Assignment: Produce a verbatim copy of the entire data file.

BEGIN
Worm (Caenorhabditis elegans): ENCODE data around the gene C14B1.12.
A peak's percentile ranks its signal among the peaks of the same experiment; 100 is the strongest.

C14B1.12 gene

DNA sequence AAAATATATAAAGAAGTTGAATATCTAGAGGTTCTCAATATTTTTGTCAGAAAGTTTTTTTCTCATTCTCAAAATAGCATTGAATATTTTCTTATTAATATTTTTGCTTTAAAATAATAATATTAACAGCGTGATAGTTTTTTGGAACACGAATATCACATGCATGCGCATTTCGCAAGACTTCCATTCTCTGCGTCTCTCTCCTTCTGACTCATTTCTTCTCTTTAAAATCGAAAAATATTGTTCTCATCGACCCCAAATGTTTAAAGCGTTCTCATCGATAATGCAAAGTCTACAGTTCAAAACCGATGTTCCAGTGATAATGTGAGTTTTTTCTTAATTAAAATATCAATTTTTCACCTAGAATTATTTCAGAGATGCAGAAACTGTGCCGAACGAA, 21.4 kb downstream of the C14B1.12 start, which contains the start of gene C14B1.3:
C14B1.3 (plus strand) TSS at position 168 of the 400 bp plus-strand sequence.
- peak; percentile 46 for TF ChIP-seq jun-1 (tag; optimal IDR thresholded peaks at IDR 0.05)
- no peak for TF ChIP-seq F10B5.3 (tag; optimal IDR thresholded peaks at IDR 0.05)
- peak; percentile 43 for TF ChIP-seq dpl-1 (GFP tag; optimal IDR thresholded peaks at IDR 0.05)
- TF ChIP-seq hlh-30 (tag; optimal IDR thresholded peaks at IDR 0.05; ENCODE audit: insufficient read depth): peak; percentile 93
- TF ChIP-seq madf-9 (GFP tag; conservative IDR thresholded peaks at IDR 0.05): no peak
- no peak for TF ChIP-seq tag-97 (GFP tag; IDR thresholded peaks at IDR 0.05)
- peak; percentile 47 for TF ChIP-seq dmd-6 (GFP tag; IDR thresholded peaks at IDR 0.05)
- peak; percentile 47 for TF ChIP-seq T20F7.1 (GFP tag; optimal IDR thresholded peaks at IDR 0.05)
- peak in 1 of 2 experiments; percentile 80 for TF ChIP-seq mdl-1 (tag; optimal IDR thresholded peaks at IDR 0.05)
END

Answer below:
Worm (Caenorhabditis elegans): ENCODE data around the gene C14B1.12.
A peak's percentile ranks its signal among the peaks of the same experiment; 100 is the strongest.

C14B1.12 gene

DNA sequence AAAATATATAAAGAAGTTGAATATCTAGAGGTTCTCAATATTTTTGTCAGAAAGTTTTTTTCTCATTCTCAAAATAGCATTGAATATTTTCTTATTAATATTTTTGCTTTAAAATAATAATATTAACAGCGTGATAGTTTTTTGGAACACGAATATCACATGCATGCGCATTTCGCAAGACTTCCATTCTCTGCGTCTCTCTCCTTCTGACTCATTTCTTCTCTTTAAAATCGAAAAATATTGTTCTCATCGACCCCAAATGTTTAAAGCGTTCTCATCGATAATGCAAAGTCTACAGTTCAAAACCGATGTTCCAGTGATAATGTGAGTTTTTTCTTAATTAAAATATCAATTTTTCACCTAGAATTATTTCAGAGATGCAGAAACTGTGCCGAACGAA, 21.4 kb downstream of the C14B1.12 start, which contains the start of gene C14B1.3:
C14B1.3 (plus strand) TSS at position 168 of the 400 bp plus-strand sequence.
- peak; percentile 46 for TF ChIP-seq jun-1 (tag; optimal IDR thresholded peaks at IDR 0.05)
- no peak for TF ChIP-seq F10B5.3 (tag; optimal IDR thresholded peaks at IDR 0.05)
- peak; percentile 43 for TF ChIP-seq dpl-1 (GFP tag; optimal IDR thresholded peaks at IDR 0.05)
- TF ChIP-seq hlh-30 (tag; optimal IDR thresholded peaks at IDR 0.05; ENCODE audit: insufficient read depth): peak; percentile 93
- TF ChIP-seq madf-9 (GFP tag; conservative IDR thresholded peaks at IDR 0.05): no peak
- no peak for TF ChIP-seq tag-97 (GFP tag; IDR thresholded peaks at IDR 0.05)
- peak; percentile 47 for TF ChIP-seq dmd-6 (GFP tag; IDR thresholded peaks at IDR 0.05)
- peak; percentile 47 for TF ChIP-seq T20F7.1 (GFP tag; optimal IDR thresholded peaks at IDR 0.05)
- peak in 1 of 2 experiments; percentile 80 for TF ChIP-seq mdl-1 (tag; optimal IDR thresholded peaks at IDR 0.05)